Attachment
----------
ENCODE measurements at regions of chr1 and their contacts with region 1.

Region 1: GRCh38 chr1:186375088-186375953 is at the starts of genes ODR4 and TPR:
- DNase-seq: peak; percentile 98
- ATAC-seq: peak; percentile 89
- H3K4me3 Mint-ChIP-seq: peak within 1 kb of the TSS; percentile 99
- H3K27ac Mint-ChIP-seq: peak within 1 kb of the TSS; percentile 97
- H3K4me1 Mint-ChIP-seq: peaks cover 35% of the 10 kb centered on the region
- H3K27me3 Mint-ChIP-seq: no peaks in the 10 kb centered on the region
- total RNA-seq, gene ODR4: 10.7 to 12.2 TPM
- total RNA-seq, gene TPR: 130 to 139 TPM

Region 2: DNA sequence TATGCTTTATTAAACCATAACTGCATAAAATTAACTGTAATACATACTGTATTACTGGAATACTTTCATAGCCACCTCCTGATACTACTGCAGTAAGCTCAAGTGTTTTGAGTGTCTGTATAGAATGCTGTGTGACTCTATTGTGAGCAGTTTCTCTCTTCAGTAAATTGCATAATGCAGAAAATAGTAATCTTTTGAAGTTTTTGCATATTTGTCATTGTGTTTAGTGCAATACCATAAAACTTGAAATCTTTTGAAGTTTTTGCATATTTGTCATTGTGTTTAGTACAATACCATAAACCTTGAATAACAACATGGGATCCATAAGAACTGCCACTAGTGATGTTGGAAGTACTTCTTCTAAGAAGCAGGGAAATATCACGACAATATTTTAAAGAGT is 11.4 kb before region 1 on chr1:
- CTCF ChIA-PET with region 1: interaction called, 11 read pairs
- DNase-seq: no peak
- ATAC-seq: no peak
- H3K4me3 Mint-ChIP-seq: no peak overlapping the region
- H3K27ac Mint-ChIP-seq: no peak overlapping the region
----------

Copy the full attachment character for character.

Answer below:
ENCODE measurements at regions of chr1 and their contacts with region 1.

Region 1: GRCh38 chr1:186375088-186375953 is at the starts of genes ODR4 and TPR:
- DNase-seq: peak; percentile 98
- ATAC-seq: peak; percentile 89
- H3K4me3 Mint-ChIP-seq: peak within 1 kb of the TSS; percentile 99
- H3K27ac Mint-ChIP-seq: peak within 1 kb of the TSS; percentile 97
- H3K4me1 Mint-ChIP-seq: peaks cover 35% of the 10 kb centered on the region
- H3K27me3 Mint-ChIP-seq: no peaks in the 10 kb centered on the region
- total RNA-seq, gene ODR4: 10.7 to 12.2 TPM
- total RNA-seq, gene TPR: 130 to 139 TPM

Region 2: DNA sequence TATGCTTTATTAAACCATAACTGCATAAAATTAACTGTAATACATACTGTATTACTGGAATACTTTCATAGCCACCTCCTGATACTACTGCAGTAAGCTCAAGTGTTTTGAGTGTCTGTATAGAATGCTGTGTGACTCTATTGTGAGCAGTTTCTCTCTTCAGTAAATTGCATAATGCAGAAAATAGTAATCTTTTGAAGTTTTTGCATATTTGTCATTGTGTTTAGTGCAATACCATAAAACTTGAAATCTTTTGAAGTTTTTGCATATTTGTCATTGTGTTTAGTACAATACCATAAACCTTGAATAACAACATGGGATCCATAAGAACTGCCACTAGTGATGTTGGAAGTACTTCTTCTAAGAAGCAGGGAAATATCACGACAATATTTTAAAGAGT is 11.4 kb before region 1 on chr1:
- CTCF ChIA-PET with region 1: interaction called, 11 read pairs
- DNase-seq: no peak
- ATAC-seq: no peak
- H3K4me3 Mint-ChIP-seq: no peak overlapping the region
- H3K27ac Mint-ChIP-seq: no peak overlapping the region